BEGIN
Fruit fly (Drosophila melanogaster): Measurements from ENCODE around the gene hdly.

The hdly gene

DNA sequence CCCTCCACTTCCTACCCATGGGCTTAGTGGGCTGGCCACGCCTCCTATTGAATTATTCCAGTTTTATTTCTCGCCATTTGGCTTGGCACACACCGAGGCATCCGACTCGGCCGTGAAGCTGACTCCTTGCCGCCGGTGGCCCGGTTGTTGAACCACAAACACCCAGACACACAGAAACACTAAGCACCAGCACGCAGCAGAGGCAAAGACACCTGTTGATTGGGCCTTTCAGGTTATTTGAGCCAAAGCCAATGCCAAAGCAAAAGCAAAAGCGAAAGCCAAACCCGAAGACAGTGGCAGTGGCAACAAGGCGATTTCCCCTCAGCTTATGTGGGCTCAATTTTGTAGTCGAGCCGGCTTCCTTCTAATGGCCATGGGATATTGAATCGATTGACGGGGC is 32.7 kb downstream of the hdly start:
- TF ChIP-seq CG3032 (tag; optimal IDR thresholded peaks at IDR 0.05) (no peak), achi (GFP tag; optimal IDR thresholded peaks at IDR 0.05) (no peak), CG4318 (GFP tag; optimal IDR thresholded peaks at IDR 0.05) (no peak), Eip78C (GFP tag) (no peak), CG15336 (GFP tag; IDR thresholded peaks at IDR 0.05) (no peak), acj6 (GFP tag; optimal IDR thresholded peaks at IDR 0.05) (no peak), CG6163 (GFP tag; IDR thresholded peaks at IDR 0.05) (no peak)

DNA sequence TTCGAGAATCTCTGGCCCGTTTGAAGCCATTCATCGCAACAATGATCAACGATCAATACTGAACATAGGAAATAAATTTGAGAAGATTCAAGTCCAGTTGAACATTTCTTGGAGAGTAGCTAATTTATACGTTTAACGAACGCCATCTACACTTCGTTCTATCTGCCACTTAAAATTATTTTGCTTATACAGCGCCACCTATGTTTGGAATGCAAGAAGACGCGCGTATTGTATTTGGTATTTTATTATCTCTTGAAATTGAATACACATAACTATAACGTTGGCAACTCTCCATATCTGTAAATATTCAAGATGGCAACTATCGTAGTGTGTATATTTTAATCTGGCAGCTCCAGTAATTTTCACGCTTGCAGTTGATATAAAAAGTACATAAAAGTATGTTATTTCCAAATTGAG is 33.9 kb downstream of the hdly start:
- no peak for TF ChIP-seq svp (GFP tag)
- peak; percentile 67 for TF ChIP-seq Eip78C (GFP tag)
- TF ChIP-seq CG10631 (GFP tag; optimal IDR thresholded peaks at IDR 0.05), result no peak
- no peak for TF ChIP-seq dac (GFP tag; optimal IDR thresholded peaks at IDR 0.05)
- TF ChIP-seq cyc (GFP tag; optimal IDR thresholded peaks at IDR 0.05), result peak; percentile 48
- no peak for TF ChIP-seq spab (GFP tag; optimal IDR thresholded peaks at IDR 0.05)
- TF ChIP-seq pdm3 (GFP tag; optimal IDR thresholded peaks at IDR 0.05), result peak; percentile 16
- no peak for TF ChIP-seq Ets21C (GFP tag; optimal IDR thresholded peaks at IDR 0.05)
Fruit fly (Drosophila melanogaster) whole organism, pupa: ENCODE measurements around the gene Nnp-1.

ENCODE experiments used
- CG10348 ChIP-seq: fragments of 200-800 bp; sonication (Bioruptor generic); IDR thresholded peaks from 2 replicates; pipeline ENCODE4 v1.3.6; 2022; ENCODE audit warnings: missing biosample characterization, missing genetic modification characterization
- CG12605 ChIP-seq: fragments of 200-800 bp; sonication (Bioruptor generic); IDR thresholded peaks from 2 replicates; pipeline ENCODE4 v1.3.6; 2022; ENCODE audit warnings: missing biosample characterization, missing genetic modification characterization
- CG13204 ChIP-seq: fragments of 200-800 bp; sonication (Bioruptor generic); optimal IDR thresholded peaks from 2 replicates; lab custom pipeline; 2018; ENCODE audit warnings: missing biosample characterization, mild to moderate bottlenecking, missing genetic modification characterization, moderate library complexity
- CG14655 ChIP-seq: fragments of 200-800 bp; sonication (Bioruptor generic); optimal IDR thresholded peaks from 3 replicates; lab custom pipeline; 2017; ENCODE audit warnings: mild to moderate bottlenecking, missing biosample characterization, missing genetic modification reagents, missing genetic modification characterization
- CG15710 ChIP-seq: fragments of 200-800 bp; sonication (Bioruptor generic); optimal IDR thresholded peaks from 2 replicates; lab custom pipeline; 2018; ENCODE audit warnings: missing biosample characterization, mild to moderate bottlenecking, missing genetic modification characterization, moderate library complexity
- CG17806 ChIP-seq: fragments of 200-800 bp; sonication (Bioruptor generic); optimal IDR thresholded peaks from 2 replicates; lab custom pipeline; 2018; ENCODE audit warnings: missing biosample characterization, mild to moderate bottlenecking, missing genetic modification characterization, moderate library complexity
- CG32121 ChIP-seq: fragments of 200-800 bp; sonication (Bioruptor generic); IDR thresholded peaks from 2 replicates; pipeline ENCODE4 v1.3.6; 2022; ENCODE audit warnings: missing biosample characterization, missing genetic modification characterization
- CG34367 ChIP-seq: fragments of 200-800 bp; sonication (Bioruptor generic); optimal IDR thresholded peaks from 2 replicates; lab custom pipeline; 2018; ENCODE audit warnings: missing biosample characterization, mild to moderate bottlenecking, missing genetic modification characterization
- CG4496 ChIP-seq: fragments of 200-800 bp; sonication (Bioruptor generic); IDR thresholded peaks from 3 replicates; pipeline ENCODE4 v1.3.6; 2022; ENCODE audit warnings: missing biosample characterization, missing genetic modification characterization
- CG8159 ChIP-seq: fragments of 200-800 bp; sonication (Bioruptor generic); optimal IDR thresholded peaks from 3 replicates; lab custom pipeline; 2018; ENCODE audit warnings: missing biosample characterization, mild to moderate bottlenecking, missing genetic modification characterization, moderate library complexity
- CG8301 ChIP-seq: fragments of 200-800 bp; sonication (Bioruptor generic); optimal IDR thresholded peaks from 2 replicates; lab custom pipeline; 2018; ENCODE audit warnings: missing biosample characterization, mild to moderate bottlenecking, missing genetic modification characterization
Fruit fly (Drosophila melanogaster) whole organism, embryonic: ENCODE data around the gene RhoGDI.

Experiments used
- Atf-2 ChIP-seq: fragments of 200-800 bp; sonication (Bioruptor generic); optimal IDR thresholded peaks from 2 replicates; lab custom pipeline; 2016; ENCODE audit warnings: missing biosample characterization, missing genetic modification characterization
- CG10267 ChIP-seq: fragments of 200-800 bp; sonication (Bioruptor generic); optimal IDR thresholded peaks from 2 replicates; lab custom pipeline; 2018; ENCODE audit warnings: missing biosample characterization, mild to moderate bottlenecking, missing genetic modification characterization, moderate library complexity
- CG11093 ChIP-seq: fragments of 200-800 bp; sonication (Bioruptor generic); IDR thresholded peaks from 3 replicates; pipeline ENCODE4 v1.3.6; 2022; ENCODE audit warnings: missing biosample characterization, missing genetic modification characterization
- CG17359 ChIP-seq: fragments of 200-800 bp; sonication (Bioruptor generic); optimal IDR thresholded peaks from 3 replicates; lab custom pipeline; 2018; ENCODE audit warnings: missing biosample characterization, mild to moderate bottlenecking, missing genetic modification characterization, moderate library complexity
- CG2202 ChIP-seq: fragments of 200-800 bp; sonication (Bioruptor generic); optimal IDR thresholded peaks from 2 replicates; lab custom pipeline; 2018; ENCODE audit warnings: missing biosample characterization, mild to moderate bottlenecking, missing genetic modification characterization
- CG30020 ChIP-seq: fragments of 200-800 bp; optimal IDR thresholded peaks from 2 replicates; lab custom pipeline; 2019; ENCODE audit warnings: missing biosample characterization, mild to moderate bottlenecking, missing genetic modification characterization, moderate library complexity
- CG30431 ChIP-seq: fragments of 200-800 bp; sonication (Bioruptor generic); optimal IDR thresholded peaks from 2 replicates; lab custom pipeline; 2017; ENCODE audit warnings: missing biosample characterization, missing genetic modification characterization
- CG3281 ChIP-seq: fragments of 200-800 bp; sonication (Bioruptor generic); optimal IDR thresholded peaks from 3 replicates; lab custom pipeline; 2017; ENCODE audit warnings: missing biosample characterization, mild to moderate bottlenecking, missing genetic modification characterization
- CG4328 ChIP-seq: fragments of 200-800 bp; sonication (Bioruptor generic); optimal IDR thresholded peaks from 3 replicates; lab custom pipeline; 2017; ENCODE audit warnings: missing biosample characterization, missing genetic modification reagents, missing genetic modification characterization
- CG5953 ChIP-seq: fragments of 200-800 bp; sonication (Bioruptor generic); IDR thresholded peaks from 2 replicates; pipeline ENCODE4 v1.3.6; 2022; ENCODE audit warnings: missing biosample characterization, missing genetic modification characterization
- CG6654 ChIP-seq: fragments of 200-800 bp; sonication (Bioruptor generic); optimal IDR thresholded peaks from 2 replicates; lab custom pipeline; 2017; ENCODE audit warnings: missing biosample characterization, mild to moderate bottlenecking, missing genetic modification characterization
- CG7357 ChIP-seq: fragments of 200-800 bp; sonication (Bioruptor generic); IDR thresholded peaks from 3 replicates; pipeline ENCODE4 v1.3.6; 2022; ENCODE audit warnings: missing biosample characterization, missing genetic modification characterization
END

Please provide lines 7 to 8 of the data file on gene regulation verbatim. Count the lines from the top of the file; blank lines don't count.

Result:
- peak; percentile 67 for TF ChIP-seq Eip78C (GFP tag)
- TF ChIP-seq CG10631 (GFP tag; optimal IDR thresholded peaks at IDR 0.05), result no peak